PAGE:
MKII FAQs

MKII FAQs

"I am interested in your MKII mini. While I understand tone is quite subjective, which transistor set do you prefer in this circuit? Or, what are the subtle differences between them? Does your stock (unspecified) transistor set get very close to the sound of the 'fancy' NOS transistors?"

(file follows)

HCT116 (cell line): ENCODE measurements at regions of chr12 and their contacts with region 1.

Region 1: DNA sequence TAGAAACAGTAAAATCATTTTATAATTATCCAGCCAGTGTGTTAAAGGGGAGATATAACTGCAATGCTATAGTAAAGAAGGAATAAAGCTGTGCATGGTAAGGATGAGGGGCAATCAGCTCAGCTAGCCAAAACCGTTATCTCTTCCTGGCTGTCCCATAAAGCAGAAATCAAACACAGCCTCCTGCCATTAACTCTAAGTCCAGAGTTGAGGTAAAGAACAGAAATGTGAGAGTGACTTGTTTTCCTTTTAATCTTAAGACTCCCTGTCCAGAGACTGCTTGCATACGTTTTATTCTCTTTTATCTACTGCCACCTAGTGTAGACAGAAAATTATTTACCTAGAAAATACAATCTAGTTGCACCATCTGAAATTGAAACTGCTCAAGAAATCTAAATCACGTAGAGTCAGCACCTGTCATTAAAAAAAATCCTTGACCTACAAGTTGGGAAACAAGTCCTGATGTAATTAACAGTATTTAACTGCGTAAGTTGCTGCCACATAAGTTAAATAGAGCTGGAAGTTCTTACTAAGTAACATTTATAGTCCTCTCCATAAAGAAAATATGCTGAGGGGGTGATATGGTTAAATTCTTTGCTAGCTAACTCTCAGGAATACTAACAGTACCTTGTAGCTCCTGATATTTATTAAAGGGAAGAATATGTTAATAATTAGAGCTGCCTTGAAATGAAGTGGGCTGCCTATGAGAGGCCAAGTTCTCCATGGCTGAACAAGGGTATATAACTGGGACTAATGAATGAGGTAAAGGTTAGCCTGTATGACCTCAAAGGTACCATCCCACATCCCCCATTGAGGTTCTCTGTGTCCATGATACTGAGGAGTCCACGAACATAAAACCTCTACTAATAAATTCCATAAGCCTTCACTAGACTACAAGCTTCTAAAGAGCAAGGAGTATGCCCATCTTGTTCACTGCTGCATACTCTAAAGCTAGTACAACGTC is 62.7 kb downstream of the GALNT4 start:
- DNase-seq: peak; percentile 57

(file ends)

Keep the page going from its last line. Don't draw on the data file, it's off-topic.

Most original produciton 1960's MKII Tone Benders came loaded with Mullard OC75's. They sound great, with a nice velcro grit to them. There were some oddball 60's MKII's with Mullard OC81D, and they are typically smoother with more mids focus and slightly less gain than the OC75's. Those are considered the Holy Grail transistors by some, probably not just because they sound good; they're also just impossible to find these days. We offer the Mullard OC75's for those that want the security of knowing they can get the classic original 60's MKII sound, but as the above suggests, there isn't a specific transistor set that is necessarily "best" in this circuit. We also offer other NOS Mullard devices like the OC81Z, which are close to the OC81D sound, but closer in gain to the OC75. Then there are the "standard" germanium transistor sets that are selected purely by measured specification requirements and by ear. We use transistors that give sound and performance close to the original Mullard OC75 or OC81D. With these sets the part#, year or country of manufacture, etc... are not important. We only care about how they sound and perform in the MKII circuit. We can offer these for a less $$$ because they are not as scarce as the original Mullard transistors. If you just want a great sounding MKII, the "standard" germanium transistor sets are carefully selected to be close in spec. and tone to the originals. Due to the careful selection, the actual tonal differences between the sets are very subtle. If you want to spend less and just have a great sounding MKII fuzz, get the standard germanium transistors. We also install an internal trim pot that allows you to adjust the input level to tailor the sound to your needs. It also allows the MKII to work well with varying input signal levels and it does not affect the sound at all when bypassed (full clockwise). This "input trim" control is kind of like turning the volume on your guitar down a hair, but doesn't thin out the sound. Great for keeping hot pickups from f%$king up your fuzz tone by driving your MKII's input stage too hard.